BBC loses license fee battle

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LONDON -- In what amounts to a major blow to the credibility of BBC director general Mark Thompson, the government has reportedly decided to go ahead with a far lower license fee settlement than called for by the BBC.

According to sources close to the settlement, Treasury Secretary Gordon Brown has settled on a 3% increase in the BBC's £3.3 billion ($6.5 billion) per year license fee in 2007, followed by an increase of 2% per year over the following three years.

The figures fall far short of the BBC's call for a 5.7% increase each year through 2012, a figure it said would take account the rate of inflation, currently running at 3.9%.

The news was broken by Channel 4 News and widely picked up by news organizations here.

When the BBC made its original license fee bid at the start of the year, it called for a license fee hike amounting to 6.4% a year for seven years. This was later revised downward to 5.7% after the government's independent auditors rejected the BBC's own financial analysis and cost projections.

On Friday, the BBC claimed that the license fee settlement had still not been concluded and that talks were continuing, but political sources -- thought to be from the Treasury -- are understood to have been briefed that a deal has been concluded.

"Discussions on the license fee settlement are continuing, and we await a decision and announcement in the new year," a spokeswoman for the pubcaster said. "Nothing will be formally announced until Parliament has returned from the Christmas break."

Reps for the Treasury and Culture departments did not return calls, but a Treasury spokesman quoted on the BBC said: "Pensioners couldn't pay any more than the (yearly) license fee of £131.50 ($257.25). The BBC must stand on its own two feet."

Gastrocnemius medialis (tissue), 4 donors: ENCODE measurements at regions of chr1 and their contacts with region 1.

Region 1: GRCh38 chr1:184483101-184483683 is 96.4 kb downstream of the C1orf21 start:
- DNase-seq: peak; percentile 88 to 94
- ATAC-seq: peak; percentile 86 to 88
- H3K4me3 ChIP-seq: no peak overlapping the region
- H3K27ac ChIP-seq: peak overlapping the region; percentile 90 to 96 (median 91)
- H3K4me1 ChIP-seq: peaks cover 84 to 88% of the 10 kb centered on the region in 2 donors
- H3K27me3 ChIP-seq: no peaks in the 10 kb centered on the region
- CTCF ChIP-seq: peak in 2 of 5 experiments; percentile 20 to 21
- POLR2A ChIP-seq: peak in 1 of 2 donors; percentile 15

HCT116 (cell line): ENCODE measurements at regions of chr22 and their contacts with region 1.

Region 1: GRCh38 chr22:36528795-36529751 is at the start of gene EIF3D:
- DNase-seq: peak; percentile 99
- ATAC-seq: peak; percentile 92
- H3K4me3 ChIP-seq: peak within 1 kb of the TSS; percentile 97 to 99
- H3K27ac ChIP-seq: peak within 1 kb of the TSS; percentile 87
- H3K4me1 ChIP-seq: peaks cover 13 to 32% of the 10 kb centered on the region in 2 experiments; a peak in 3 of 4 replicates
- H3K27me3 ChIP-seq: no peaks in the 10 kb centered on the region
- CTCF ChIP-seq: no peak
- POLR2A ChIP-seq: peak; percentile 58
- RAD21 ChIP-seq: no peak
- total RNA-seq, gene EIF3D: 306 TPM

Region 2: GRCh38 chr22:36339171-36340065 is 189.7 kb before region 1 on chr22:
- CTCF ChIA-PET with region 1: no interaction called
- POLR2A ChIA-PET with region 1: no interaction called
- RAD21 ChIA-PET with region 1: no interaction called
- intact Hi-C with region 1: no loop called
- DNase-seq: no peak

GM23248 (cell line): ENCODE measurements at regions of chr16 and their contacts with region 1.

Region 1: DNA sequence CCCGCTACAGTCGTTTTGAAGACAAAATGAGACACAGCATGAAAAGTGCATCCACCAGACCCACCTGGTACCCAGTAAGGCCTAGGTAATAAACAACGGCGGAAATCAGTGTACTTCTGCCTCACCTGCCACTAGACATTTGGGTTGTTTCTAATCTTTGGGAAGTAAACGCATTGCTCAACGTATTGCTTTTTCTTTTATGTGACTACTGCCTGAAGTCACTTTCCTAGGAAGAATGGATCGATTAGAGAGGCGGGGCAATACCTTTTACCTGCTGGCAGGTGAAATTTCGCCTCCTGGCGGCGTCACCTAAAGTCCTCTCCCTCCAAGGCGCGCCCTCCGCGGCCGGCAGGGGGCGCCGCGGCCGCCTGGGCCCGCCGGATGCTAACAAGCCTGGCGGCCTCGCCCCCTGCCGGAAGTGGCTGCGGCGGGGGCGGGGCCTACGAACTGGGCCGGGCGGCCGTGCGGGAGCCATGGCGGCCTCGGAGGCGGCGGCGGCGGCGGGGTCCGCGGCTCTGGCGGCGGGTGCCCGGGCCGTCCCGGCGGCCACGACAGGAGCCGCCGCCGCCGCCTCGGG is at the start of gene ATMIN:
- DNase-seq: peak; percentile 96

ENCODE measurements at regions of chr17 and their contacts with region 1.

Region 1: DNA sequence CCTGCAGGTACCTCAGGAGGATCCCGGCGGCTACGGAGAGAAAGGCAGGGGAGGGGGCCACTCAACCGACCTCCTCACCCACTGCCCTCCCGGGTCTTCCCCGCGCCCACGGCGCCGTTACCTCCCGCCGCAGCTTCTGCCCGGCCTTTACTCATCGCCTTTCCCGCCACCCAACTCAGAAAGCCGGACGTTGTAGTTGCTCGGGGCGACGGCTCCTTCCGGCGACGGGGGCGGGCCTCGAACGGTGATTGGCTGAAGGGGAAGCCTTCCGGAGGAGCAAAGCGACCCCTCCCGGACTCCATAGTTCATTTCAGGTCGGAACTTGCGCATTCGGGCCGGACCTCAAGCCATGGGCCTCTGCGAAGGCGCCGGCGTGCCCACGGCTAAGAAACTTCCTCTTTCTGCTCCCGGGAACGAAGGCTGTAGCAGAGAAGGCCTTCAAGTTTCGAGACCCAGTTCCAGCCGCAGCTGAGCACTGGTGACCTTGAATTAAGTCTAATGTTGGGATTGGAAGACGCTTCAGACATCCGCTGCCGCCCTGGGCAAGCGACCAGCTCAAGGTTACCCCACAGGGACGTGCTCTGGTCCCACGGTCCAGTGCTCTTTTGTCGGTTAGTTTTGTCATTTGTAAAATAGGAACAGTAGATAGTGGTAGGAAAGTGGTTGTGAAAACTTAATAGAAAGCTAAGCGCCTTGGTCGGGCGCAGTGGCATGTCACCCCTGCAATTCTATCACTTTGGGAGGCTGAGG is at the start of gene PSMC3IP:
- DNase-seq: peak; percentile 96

If correct, the deal will be a hammer blow to morale at a pubcaster already destabilized by the sensational defection of BBC chairman Michael Grade to rival ITV earlier this month.

Grade's departure followed 12 months of painful job cuts and organizational upheaval at the BBC under a strategic plan put together by Grade and Thompson to position the BBC as the leading British cross-platform broadcaster. Some 4,000 jobs -- one in five of the entire BBC workforce -- have already been cut under the "creative futures" scheme.

News of a modest license-fee hike is expected to result in more redundancies, more repeats and cuts in program and channel budgets, according to BBC insiders, and leaves the plans for broadband expansion in question.

With such a comprehensive jobs-cutting program already concluded, it is unclear where new cost savings can be made.

BBC director general Thompson had threatened that without the license fee income it needed, two major planks of its expansion plans -- moving its sport and radio divisions to the northern city of Manchester and providing a £600 million ($1.17 billion) support program to convert elderly and disabled households to digital television -- would not survive.

But earlier this week, Culture Secretary Tessa Jowell told Parliament that the two proposals -- with an estimated cost of £1 billion ($1.98 billion) -- will be protected within the settlement, leaving the BBC no option but to follow through despite having substantially lower income.

Gerry Morrissey, assistant general secretary of broadcasting workers union Bectu, fears that savings will be made through job losses and said he was seeking "urgent talks" with the BBC.
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